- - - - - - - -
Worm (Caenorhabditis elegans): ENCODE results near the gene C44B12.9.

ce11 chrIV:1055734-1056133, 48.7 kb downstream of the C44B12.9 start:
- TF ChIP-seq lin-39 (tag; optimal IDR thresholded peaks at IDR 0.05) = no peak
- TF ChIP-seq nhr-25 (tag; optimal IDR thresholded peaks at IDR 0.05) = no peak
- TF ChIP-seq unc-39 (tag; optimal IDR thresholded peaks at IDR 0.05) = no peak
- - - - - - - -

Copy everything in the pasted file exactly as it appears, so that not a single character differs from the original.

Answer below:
Worm (Caenorhabditis elegans): ENCODE results near the gene C44B12.9.

ce11 chrIV:1055734-1056133, 48.7 kb downstream of the C44B12.9 start:
- TF ChIP-seq lin-39 (tag; optimal IDR thresholded peaks at IDR 0.05) = no peak
- TF ChIP-seq nhr-25 (tag; optimal IDR thresholded peaks at IDR 0.05) = no peak
- TF ChIP-seq unc-39 (tag; optimal IDR thresholded peaks at IDR 0.05) = no peak